The Institute for Advanced Studies in the Humanities presents


16 May 2019

The View from Above: Putting Grief in Perspective in King Lear

Shakespeare’s plays contain many examples of grieving characters rejecting the consolation offered to them by others, often in terms suggesting that the experience of grief is being set against the empty ‘philosophy’ of the language of consolation. Rather than speaking for unmediated emotion, however, grief, and specifically a grief that resists consolation, is represented in Shakespeare’s plays in relation to specific theological and philosophical frameworks. In this paper, I focus on the representation of suffering and its consolation in King Lear. Critics have noted allusions to the book of Job in this play, but readings of Lear in the light of Job tend to regard Shakespeare as putting forward a sceptical reading of the biblical text, one in which justice and divine intervention, and therefore hope, are denied. In this paper, I explore the critique of consolation in King Lear, suggesting that this critique, informed by the structures of grief depicted in Job, takes aim not at biblical models but at the classical consolation tradition. I compare Senecan models of consolation with the responses to grief explored in Job and in King Lear. In all three cases, the work of consolation involves attempting to shift the perspective of those who grieve. Encouraging those who mourn to take ‘a view from above’, Stoic consolation seeks to eliminate grief through the adoption of a particular view of mankind’s place within the cosmos. The ‘view from above’ also appears in both Job and King Lear, where it nevertheless offers a very different perspective on mankind’s place within nature and time, calling into question the basis of Stoic consolation. The book of Job, and Calvin’s reading of Job in particular, highlights the extent to which consolatory perspectives work to exclude both pity and hope. Following this reading, King Lear, I suggest, rejects consolation not as a nihilistic gesture but in order to allow for both pity and, perhaps, a glimmer of hope.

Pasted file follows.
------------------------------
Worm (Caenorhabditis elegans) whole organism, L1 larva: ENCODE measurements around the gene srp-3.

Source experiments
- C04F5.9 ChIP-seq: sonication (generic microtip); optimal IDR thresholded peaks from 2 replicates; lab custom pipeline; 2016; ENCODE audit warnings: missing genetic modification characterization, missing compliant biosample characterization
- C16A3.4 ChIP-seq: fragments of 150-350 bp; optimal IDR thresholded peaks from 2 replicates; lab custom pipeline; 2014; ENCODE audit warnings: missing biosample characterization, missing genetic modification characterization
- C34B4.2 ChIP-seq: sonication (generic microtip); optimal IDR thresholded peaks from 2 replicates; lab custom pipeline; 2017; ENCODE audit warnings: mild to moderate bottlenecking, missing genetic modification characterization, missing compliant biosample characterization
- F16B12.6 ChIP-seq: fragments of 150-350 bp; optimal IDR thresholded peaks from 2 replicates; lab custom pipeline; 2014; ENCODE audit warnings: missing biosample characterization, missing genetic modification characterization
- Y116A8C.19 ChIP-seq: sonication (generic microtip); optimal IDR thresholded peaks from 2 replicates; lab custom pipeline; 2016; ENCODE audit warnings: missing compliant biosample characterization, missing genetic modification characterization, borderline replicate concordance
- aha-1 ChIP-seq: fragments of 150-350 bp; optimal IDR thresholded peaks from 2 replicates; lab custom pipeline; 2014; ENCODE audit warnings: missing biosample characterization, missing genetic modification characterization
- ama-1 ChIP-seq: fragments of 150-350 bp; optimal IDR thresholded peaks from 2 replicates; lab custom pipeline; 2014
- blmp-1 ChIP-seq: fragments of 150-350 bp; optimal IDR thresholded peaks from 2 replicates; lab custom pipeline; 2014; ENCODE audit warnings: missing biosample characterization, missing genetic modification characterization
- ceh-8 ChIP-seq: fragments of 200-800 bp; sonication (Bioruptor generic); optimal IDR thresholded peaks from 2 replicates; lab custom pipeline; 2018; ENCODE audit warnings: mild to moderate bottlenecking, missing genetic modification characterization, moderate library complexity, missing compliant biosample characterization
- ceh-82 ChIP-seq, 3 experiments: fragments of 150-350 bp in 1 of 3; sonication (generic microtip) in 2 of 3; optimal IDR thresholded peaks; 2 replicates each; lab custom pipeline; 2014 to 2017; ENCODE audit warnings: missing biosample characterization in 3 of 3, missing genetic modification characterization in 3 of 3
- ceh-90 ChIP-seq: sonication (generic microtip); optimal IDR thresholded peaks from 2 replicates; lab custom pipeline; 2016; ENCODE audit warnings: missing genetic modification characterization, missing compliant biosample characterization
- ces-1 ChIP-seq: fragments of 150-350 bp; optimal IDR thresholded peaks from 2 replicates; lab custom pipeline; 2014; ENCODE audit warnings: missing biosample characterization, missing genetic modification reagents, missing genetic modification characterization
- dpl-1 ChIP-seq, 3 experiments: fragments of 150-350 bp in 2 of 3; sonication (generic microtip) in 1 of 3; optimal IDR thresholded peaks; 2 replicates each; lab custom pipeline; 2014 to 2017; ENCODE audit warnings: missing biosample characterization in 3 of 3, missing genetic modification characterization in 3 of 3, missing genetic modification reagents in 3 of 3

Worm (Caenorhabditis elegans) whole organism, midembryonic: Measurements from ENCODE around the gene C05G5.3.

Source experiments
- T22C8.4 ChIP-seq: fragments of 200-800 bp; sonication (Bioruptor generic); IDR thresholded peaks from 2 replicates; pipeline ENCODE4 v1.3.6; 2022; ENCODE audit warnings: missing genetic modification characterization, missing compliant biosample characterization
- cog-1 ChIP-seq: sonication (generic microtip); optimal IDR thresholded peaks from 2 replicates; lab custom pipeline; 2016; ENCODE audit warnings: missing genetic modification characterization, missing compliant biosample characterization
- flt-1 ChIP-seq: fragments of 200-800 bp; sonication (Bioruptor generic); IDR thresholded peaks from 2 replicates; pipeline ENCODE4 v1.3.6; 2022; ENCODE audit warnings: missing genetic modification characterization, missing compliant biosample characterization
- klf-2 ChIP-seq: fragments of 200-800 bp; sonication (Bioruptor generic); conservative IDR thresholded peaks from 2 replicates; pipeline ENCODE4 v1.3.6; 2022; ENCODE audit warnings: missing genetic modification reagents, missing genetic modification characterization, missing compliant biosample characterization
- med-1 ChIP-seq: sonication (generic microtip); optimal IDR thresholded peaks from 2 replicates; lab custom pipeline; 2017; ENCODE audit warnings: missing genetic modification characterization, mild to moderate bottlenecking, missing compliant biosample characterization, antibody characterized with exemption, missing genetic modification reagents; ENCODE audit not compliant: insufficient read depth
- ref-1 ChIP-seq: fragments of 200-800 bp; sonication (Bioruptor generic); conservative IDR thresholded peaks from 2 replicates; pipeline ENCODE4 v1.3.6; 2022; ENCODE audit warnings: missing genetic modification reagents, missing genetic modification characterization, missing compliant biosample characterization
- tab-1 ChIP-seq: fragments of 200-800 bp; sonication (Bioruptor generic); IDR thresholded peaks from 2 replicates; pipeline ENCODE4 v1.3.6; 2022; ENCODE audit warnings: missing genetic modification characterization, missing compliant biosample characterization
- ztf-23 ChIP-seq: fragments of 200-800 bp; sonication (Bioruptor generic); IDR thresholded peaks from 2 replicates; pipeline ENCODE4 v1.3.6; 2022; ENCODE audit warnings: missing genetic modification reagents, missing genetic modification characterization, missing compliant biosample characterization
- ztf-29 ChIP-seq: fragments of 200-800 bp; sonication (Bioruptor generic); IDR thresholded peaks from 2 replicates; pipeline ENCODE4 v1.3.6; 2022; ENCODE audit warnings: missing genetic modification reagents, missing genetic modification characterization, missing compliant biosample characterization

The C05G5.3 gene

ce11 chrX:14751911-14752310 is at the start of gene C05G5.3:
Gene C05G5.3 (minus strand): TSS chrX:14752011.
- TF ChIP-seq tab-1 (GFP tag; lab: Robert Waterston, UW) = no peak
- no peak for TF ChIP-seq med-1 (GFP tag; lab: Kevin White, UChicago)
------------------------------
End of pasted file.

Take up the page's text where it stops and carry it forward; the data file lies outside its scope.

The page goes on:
Naomi Baker is Senior Lecturer in English Renaissance Literature at the University of Manchester, UK. She has published articles on the theological and philosophical contexts of Renaissance drama alongside work on religious and dissenting writing in seventeenth-century England. Her books include a critical edition of two of the earliest Puritan conversion narratives to be written in English, Scripture Women (2005), and an exploration of representations of ugliness in early modern literature and culture, Plain Ugly: The Unattractive Body in Early Modern Europe (2010). She is currently working on a wider project on grief and consolation in early modern England.


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Level 4 Forgan Smith Tower
The University of Queensland
St Lucia
Seminar Room 402